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Anarchist economics

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Anarchist economics entails theory and practice relating to economic activity within the philosophical outlines of anarchism. Anarchists (most notably anarcho-syndicalists and anarcho-communists) primarily oppose capitalism because its characteristic institutions promote and reproduce various forms of oppression, including private property, hierarchical production relations, collecting rents from private property, taking a profit in exchanges, and collecting interest on loans. Individualist anarchists are mutualist rather than collectivist or communist; they support non-capitalist property rights but oppose usury as well as other capitalist social relationships. - defining usury as profit from others' labor through rent, capital, interest, and wage-labor not paid "full" price. Finally, anarcho-capitalists fully support capitalism, but only the totally free-market laissez-faire kind.

Anarchist Critique of Capitalism[edit]

Alternative Theories of Value and Currency[edit]

Many anarchists advocate the abolition of money, but others call for a replacement of it with new value systems, still others, such as Benjamin Tucker, want simply the end of the government money monopoly, i.e. privatization of minting and banking and the repeal of legal tender laws.

Gift Economy[edit]

Gift economies are those based of free distribution of goods and services. Anarcho-communists are the main proponents of such. However many times this is said to refer to a planned economy which ensures everyones needs are satisfied in a way that allows a good quality of life (the kind of planning advocated by most if not all anarchocommunists differs from that of firms and the so called command economies in that it is democratic and voluntary). There are a number of variations on the concept, but they are centered on the notion of "From each according to ability to each according to need". Primitivists also advocate this kind of economy (although they believe that it is not possible with current modes of production and thus advocate a return to pre-industrial and often pre-agricultural modes of production).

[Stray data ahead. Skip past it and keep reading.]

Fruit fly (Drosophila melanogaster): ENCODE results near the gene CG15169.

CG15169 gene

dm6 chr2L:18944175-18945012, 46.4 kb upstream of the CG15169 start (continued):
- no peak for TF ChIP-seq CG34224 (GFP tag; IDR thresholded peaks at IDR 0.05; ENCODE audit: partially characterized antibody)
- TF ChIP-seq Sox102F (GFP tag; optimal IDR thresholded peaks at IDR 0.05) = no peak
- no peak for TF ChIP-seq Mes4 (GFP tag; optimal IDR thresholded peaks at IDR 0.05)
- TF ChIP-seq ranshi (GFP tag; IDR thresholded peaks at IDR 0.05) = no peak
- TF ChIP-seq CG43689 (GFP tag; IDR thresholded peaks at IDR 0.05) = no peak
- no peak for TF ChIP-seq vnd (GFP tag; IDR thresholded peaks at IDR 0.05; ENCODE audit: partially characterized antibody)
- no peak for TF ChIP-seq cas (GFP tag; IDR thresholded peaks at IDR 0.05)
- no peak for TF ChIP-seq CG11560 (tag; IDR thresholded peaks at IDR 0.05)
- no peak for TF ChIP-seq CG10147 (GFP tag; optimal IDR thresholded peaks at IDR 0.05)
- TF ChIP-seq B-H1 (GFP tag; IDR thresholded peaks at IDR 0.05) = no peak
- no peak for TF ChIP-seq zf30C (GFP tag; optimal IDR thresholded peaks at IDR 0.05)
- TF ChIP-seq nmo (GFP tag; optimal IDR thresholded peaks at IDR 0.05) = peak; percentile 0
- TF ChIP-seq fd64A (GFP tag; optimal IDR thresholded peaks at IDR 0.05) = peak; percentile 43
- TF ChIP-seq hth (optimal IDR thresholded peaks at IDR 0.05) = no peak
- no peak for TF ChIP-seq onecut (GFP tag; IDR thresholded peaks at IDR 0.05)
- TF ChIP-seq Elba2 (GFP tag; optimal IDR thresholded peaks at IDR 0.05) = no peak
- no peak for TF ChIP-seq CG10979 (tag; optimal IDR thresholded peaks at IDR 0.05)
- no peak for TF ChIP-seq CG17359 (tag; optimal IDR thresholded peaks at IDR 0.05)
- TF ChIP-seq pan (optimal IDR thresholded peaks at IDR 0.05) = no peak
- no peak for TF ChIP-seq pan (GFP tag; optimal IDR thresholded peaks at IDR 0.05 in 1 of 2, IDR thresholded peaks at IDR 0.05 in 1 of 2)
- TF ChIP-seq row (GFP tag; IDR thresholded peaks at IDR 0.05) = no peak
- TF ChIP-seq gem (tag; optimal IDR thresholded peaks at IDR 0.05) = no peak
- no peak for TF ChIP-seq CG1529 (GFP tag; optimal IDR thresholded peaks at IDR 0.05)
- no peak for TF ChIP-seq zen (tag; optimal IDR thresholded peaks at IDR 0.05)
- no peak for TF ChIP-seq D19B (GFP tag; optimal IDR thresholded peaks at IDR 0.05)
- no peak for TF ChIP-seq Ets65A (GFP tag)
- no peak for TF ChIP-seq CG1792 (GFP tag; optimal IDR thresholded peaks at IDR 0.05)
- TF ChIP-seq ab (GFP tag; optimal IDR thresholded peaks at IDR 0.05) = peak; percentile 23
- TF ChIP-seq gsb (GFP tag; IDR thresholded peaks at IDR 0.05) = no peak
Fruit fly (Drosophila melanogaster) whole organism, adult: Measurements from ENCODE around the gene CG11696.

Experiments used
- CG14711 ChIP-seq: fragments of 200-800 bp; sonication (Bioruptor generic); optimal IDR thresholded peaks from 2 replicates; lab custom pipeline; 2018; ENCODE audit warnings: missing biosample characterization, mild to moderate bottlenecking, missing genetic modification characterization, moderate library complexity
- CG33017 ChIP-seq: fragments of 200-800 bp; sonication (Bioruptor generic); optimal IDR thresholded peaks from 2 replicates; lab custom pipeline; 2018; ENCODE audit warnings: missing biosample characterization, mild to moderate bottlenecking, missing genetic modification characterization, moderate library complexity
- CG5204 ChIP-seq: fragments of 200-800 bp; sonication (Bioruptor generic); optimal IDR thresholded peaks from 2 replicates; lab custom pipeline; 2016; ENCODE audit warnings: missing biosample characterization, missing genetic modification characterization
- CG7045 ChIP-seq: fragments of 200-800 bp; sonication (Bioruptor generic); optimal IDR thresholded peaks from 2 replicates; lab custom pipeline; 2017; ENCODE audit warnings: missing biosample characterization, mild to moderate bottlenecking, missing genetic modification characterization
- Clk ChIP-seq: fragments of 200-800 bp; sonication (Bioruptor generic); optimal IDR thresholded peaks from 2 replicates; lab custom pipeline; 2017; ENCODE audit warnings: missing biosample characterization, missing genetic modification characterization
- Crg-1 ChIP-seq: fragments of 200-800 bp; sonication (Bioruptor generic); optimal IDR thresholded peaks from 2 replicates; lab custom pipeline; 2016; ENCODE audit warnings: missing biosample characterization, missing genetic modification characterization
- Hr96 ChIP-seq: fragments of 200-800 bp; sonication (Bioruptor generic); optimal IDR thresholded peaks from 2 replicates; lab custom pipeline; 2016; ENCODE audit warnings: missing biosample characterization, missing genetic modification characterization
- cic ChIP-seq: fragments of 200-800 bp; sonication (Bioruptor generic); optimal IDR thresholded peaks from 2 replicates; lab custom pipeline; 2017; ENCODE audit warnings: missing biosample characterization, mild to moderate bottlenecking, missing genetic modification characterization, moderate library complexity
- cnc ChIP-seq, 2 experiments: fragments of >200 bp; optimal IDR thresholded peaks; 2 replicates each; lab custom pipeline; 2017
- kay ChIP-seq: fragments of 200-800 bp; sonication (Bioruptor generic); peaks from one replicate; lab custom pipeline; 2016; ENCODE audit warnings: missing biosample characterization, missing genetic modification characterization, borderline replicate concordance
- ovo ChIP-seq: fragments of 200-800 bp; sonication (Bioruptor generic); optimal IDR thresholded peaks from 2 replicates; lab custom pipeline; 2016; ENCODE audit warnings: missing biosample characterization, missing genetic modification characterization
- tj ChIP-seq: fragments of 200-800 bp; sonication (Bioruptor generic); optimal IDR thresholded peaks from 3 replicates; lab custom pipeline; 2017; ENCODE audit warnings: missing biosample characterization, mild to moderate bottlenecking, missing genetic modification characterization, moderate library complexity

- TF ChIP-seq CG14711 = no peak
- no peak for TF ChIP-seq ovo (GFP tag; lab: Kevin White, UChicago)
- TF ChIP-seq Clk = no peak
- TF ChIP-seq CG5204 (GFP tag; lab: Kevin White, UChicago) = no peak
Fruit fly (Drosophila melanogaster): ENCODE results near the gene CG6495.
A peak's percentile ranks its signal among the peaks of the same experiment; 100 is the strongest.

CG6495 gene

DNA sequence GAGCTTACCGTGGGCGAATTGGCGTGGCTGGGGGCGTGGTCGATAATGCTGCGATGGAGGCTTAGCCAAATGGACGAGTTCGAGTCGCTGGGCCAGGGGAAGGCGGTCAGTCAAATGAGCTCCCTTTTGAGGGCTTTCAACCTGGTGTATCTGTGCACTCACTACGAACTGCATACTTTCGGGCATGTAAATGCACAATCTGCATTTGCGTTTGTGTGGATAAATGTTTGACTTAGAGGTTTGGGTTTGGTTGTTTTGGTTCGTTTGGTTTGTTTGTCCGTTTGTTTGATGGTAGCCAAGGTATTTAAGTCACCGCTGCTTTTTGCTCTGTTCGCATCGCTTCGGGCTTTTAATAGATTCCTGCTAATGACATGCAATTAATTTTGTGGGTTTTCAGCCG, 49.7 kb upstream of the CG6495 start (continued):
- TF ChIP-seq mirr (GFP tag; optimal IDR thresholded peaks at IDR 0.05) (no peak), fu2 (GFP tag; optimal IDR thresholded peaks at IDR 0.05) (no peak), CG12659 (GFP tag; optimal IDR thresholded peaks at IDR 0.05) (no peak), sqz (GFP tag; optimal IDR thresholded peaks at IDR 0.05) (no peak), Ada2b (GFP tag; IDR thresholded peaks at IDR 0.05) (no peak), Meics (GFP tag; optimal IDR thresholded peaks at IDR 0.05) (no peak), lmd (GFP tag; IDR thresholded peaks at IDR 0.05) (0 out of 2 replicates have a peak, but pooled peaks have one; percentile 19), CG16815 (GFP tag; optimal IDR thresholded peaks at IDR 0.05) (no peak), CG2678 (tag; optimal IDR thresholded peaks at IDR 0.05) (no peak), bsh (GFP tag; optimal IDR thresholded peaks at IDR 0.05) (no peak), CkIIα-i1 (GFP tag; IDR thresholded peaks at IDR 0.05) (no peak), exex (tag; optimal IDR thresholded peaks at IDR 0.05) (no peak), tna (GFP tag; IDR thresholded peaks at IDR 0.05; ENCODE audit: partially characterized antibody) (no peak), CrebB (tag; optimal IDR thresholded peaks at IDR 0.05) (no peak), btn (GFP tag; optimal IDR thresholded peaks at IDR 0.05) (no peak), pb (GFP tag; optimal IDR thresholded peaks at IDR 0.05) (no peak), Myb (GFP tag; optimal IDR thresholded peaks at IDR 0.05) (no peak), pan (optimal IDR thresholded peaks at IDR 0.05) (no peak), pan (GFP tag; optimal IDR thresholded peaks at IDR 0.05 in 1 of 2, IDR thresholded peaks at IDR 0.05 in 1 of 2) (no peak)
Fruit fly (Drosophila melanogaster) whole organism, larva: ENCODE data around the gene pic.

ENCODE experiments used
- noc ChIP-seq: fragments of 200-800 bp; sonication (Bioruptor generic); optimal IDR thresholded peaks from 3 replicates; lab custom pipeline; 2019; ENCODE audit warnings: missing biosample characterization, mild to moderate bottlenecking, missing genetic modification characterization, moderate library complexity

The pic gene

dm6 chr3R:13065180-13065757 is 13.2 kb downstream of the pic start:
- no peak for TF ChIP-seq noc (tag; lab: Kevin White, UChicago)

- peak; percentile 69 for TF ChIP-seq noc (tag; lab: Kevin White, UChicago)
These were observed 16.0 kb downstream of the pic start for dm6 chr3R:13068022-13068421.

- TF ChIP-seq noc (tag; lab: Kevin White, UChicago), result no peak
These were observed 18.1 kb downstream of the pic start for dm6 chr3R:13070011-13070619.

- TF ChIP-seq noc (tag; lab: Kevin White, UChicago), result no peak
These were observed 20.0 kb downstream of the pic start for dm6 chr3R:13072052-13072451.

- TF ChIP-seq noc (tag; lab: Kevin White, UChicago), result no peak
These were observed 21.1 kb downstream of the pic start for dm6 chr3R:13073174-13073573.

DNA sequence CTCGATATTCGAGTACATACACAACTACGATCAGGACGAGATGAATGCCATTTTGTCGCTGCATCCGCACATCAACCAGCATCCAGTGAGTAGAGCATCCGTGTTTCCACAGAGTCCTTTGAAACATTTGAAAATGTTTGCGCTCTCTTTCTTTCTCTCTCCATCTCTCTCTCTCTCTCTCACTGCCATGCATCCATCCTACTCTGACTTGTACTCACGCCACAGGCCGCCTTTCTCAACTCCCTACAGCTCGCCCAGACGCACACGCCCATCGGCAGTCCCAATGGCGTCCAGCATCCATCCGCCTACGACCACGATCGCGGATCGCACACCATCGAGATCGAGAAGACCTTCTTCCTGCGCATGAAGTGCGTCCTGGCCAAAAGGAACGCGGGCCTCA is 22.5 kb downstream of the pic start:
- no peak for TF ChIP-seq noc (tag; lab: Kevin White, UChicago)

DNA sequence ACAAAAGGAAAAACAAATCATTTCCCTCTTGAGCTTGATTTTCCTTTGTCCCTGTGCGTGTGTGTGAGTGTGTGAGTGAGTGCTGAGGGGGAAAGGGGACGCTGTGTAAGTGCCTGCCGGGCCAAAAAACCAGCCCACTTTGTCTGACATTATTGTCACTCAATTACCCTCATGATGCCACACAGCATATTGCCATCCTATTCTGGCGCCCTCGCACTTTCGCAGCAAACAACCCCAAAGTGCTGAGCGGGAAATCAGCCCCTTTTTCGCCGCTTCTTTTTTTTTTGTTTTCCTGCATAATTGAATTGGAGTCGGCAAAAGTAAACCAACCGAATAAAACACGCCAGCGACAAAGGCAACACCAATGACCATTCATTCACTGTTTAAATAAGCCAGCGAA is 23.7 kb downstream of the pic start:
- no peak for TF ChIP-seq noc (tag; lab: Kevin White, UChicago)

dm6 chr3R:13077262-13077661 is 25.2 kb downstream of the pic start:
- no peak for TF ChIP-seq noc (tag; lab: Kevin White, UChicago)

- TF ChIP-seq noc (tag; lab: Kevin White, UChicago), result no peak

Labor Theory of Value[edit]

A labor theory of value (LTV) was notably advanced in different forms by David Ricardo and Karl Marx. Ricardo held that the relative prices of most reproduceable goods and services were proportional to the amount of present and past labor time required to obtain, manufacture, process, distribute, and transport them. Marx's "Law of Value" is often interpreted as an analytic device elucidating the ways in which capitalism as a whole distributes socially necessary abstract labour time, while revealing that an important characteristic of commodities and their value relations is commodity fetishism obscuring an underlying reality of exploitative social relations.

Recently, some local currencies have taken on LTV characteristics by having a currency based on time although participants are not primarily anarchists. Critics point out that in many of these Time-dollar based currencies, it is really easy to inflate the currency, that there is no way to ensure that people are not paid more than an HOUR per hour, and conversely it ignores factors like value-added work (work that incorporates past labor in order to perform, such as the time spent by a dentist in school). One of the reasons that the IRS has chosen not to tax local currencies is that they are used for charitable purposes, such as community-building.

Some anarchists are interested in LTV currency systems because they make complex free market, fair trade systems possible, although in their current practices they are not applicable for anything other than local (ie. town-sized) economies. Detractors argue that the definition of a free market precludes usage of a normative pricing system, but some anarchist point out that since participation in an LTV currency network is voluntary, any LTV system is merely another choice in a free market of markets.

Energy Theory of Value[edit]